Since joining Pixeljoint in early 2007 Stickman has built himself a great pixelart gallery with some of the most entertaining and outstanding animations to be found in the entire gallery.
Stickman began experimenting with animation in Secondary School using an ION camera (1 frame per second) and by the time he finished College, (BTEC-General Art and Design) he solely focused in animation and film-making using amiga dpaint, scratch film, cardboard cut outs, stop motion and various styles of 2D images using cine cameras.
While attending the Mid-Glamorgan School of Art and Design in Wales where he studied for 3 years under some great teachers training as a traditional animator (2D). Hesitant about computers in general and given that the school used 3D studio AutoCad which isn't geared to animation. Stickman experimented mixing medias by building sets using polystyrene, paper and cardboard, which were then painted and airbrushed. He then cut out hand-drawn animation frames and placed them in the sets and would take a picture, one frame at a time (stop-motion technique). While fun, this was far too expensive and time consuming so he moved to using RealSoft 3D on the Amiga, and built CGI backgrounds and layered them with scanned 2D frames.
Currently living in the UK, Stickman works as a freelance animator and creates animations for games, advertising commercials and other projects.
jal - Thanks for talking to us! Let me begin by saying that your first PJ submission (stickman avatar) stood out to me. I remember thinking that you had talent right away. The next few pieces, while not mind blowing (to me) certainly showed artistry in layout, concept and design choices. Then you submitted What Meatloaf wouldn't do for Love and it certainly made you stand out from the crowd as the comments on that piece clearly show. A deceptively and even primitive looking piece as far as 'pixelart' is concerned but the animation really stood out and truly remains one of your best pieces. A piece like that had it not been animated would simply be an OK piece so I wonder what makes a concept/piece need animation. What is the process or method that determines when a piece will be animated?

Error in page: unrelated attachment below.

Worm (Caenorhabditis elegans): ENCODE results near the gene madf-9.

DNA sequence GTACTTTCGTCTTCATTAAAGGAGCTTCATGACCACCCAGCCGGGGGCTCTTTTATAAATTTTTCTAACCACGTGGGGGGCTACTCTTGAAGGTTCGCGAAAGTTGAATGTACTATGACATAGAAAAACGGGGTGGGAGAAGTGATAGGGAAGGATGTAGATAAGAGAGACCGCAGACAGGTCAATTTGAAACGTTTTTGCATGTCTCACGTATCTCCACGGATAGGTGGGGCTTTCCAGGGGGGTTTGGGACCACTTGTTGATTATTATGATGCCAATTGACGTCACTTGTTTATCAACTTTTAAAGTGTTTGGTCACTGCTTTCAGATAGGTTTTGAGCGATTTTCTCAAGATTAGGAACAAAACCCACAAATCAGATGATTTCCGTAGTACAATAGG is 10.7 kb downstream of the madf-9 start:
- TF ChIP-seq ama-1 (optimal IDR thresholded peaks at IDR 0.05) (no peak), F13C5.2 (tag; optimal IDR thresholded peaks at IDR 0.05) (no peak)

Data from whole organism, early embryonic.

SM - I always know from the very beginning if a piece will have animation or not because of the time involved in making sure the movements are readable and understood by the viewers. With What Meatloaf wouldn't do for Love this was no different, apart from not having fleshed out the character design. I knew that it was going to be a clown on a unicycle with a custard pie on his head and although I wasn't too sure what he was going to look like, I did have a rough vision. So I worked on that vision while making up and refining the design as I went along animating each body part separately.
I've never approached pixelart animations using that method again as it was messy and ended up taking far longer than it should have. I also didn't know how to properly dither then and struggled making it work with the background along with trying to make all the colours fit. The big lesson I learned from this piece was the importance (in pixelart) of designing and pixelling a character before tackling any animation. It makes the process of working with movement much easier to break down.
jal - What applications do you use to create pixel art and animations?
SM - For creating animations and pixelart, I use PaintShop Pro 8 and a Wacom tablet on a T60p Thinkpad laptop. When creating an animation the first thing I do is go into the frame rate tab (100th per second) and put it on 6. This will help create a smooth animation, but will need a lot more frame drawings. I learned this when working on What Meatloaf wouldn't do for Love, that piece was set to 10, which is why it doesn't feel as smooth as it should. Depending on the piece, animations can be tackled in different ways. For example, What Meatloaf wouldn't do for Love was tackled with each body part animated separately and then layered over each other:
Footy Juggler was the same, but because of the size and design, different parts of the body moved at different speeds in order to give an illusion that the all the body parts of the character are moving. Here is the piece slowed down:
Tennis Vs Pong, however, is a straight 2D approach with a mixture of key-frames and straight ahead animations which is what I'm used to. I'm not really an animator who blocks out their animation from beginning to end, but work on a section at a time. With Tennis Vs Pong, I animated the forehand first and then the backhand:
Anti 2D Fighter, was more or less about adding and removing pixels. The white pixels show which directions the pixels are moving. The legs for instance - the back of each leg has pixels moving down when moving forward, with the front parts of each leg, moving up when moving forward:
jal - Is there anything specific or unique that you've learned about animating pixelart versus traditional or 3D animation? Do pixelart limitations even affect an animation?
SM - Most definitely! Pixelart animations require a lot of trickery depending on the size of the animations, as you may not have that much space to play with. For instance, Terry and his Motor sprites are 16 x 16 and with only 4 colours. On frames where there may not be any more space to move a pixel horizontally or vertically, you may have to use colour changes just to give the illusion that things are still moving (even though pixels may still be in the same place), especially in running or in fast frame rates: